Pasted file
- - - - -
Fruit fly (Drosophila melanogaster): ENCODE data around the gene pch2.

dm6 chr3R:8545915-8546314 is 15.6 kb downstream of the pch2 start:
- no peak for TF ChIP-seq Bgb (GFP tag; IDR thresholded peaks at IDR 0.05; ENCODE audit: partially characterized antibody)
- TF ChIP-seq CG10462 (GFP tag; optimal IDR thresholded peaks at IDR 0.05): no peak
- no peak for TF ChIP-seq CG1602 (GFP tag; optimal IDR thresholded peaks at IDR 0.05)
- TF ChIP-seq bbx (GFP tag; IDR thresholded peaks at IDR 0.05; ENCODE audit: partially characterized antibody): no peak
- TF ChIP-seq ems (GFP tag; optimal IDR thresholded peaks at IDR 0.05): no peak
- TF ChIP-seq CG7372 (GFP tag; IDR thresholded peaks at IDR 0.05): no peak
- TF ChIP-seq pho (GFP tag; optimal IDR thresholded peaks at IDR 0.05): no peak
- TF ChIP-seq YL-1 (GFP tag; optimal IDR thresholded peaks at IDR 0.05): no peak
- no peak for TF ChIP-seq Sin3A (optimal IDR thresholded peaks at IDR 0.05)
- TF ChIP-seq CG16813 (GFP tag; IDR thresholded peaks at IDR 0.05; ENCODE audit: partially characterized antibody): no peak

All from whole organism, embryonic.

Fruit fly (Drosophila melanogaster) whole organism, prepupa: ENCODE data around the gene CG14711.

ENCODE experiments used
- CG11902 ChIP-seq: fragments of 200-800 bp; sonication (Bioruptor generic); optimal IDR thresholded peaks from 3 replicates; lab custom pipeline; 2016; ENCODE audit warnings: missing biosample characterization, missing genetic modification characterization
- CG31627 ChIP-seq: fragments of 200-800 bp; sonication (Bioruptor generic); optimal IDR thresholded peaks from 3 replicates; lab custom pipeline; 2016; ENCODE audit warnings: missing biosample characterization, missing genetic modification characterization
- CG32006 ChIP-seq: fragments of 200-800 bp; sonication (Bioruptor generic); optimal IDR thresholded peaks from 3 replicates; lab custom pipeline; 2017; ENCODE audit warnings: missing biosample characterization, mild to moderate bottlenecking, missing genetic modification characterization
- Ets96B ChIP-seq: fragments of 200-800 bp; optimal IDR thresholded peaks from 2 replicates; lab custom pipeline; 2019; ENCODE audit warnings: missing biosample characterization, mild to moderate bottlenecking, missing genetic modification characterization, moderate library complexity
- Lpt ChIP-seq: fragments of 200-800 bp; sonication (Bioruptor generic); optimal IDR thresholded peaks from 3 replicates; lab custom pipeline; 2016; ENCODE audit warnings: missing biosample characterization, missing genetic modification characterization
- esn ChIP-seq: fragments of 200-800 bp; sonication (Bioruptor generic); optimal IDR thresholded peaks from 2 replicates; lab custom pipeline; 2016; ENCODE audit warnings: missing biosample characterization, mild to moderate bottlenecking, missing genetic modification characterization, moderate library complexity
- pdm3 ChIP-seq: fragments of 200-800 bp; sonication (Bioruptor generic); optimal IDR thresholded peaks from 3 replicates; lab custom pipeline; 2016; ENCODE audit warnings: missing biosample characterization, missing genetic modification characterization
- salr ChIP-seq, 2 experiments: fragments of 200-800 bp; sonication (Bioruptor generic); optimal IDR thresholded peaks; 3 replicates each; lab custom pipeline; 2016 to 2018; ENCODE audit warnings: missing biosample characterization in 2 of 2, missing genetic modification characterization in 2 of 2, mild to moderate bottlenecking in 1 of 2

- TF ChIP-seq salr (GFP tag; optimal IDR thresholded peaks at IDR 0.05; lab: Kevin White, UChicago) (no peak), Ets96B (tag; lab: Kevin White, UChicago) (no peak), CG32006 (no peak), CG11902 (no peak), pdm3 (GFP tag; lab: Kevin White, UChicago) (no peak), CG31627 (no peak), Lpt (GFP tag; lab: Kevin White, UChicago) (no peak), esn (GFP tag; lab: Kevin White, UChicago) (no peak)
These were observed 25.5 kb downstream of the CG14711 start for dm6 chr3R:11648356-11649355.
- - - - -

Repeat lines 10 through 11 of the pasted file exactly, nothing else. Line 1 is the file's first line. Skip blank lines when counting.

- TF ChIP-seq YL-1 (GFP tag; optimal IDR thresholded peaks at IDR 0.05): no peak
- no peak for TF ChIP-seq Sin3A (optimal IDR thresholded peaks at IDR 0.05)